Get a Grip
OK, so now we've (hopefully!) convinced you that quality parenting doesn't mean constant hovering. But how do you start to ease up? Sounds tough, but it can be done. Here, advice from the trenches—including both pros and real parents!
Be a submarine mom or dad instead, says Silvana Clark, author of Fun-Filled Parenting: A Guide to Laughing More and Yelling Less. “Instead of hovering around your child, stay close by—in case of real danger—but mostly out of sight, so he gets out of the habit of running to you for every problem.”
Ask your child's other care-givers what tasks he does when you're not around, then hold him to that standard at home, says Natalie Caine of Empty Nest Support Services, in Los Angeles, who frequently leads parenting groups that include helicopter moms. Does he put on his own rainboots at preschool but whine for you to do it on weekends? Insist you cut the crusts on his sandwiches, even though he'll eat crusts at your sister-in-law's house? Don't give in.
Make your kid a résumé, says Clark. “Take a piece of paper and write ‘Sally is three. Here are some cool things Sally can do by herself.’ Then list some of her abilities, like clearing her plate and putting her stuffed animals on her bed, and put a star next to each. Every time your child masters a new task, add it to the list, with the star. She'll be much less apt to ask you to wait on her, since she'll be so proud.” And as you look at the growing list, you'll have evidence that you don't need to provide concierge service after all. “There's almost a feeling that if you don't worry enough, something's wrong with you,” says Barnes.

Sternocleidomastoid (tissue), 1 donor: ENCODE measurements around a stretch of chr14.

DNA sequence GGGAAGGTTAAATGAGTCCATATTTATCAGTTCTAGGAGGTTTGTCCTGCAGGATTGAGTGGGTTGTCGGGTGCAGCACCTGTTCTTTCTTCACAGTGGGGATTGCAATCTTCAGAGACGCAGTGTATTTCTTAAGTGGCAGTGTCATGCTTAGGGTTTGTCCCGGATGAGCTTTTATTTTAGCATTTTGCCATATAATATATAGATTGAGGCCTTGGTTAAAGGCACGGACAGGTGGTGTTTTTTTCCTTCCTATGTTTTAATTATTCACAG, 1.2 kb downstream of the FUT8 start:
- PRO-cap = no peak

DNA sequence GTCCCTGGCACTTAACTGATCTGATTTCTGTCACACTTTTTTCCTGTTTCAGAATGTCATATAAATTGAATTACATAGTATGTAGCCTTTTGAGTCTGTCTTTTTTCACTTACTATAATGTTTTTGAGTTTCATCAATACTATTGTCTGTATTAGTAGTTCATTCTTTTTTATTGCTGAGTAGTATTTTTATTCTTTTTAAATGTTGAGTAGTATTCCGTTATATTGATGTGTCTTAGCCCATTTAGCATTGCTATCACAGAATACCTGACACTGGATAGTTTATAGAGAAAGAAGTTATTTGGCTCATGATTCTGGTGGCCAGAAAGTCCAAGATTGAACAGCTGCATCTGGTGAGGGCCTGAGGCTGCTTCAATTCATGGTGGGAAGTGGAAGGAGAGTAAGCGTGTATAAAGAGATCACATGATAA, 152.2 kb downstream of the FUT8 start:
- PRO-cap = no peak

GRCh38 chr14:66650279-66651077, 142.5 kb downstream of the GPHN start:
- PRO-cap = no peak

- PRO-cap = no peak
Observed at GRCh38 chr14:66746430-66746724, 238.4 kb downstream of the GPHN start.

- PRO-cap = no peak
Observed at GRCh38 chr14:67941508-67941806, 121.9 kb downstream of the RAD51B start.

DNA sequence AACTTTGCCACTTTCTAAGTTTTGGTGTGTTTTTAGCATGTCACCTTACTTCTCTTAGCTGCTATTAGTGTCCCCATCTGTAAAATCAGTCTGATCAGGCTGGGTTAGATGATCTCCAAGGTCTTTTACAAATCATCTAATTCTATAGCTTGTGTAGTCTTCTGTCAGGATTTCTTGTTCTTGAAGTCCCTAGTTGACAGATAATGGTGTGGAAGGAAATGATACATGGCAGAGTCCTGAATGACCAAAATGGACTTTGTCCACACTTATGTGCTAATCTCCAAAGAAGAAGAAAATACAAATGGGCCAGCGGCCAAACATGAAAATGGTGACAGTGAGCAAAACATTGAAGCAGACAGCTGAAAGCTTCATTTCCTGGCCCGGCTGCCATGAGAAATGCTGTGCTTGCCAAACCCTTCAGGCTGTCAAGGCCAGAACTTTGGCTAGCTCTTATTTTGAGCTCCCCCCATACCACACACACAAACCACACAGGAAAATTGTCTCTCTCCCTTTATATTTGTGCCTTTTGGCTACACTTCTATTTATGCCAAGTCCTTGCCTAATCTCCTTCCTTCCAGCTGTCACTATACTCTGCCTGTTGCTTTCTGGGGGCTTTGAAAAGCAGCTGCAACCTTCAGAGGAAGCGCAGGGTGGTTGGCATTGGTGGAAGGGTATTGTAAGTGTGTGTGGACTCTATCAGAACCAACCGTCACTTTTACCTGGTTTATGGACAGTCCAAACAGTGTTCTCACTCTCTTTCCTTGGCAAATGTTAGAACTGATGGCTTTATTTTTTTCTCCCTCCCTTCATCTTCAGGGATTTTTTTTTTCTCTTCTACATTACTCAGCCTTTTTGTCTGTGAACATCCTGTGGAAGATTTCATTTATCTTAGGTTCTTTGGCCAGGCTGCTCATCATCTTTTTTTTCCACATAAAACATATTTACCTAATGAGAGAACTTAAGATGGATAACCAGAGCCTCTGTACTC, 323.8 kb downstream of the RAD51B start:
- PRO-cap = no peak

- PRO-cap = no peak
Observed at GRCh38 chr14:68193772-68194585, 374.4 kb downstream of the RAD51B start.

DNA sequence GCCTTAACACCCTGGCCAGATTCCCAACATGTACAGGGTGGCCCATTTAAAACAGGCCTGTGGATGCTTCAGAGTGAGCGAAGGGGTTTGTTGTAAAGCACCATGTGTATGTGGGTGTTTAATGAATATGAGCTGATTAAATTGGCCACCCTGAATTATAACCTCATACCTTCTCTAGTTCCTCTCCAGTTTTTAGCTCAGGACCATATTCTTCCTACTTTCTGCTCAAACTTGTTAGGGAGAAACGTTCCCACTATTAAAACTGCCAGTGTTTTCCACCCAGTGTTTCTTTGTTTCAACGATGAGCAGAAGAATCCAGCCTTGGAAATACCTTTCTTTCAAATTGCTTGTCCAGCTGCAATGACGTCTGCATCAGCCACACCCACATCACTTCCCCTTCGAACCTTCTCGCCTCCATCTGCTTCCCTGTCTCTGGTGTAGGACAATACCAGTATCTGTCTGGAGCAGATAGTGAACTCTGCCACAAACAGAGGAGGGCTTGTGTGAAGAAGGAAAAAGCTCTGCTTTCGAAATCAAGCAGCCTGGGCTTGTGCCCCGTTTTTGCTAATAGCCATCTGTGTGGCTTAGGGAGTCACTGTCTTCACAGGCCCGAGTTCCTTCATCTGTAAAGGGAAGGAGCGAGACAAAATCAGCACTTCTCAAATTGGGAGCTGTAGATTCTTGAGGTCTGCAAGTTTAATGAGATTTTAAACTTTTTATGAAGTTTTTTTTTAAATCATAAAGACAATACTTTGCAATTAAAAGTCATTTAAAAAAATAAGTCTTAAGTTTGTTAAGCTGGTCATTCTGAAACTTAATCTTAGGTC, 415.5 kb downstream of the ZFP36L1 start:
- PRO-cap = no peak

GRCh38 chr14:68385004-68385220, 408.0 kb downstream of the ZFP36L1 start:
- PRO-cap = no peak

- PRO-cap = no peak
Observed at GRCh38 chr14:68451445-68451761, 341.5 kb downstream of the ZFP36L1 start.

Practice some basic playground skills with your child, says Paranoid Parents author Christie Barnes. “Show him how to kick a ball, climb on the mini-monkey bars, or even just go down the slide. If you see he can do these things safely, you'll feel more comfortable sitting back on the bench during his next park playdate,” she says.
Sit down and have a cup of coffee. Make a brief time every day when your butt's in a chair and your metaphorical copter is on the landing pad, too. “If your child calls for you and it isn't an emergency, say ‘I am drinking coffee right now,’” advises Caine. “If he really needs you, he'll come to you, and if you do this enough, he may stop asking for help with every little thing so often.”
Help your child get the picture. “I found myself being a helicopter mom and knew I needed to change,” says Dawn Arnold of Mazon, IL, mother of a 5-year-old. “I filled a small photo album with pictures of my daughter doing all the things she needs to do in the morning before school, after school, and before bed. Now she follows along every day. It lets her be independent, but the things that I think are important are still getting done.”
Count to ten before liftoff. “You know how people always say that you should count to ten before you lose your temper?” says Clark. “I tell parents, as long as their child's not in danger, to count to ten before answering his cry of 'Help me! or ‘I can't!’ In that time, you may realize it's not necessary to rush in after all…or your child may decide he can actually do whatever it is that needs to be done all by himself.”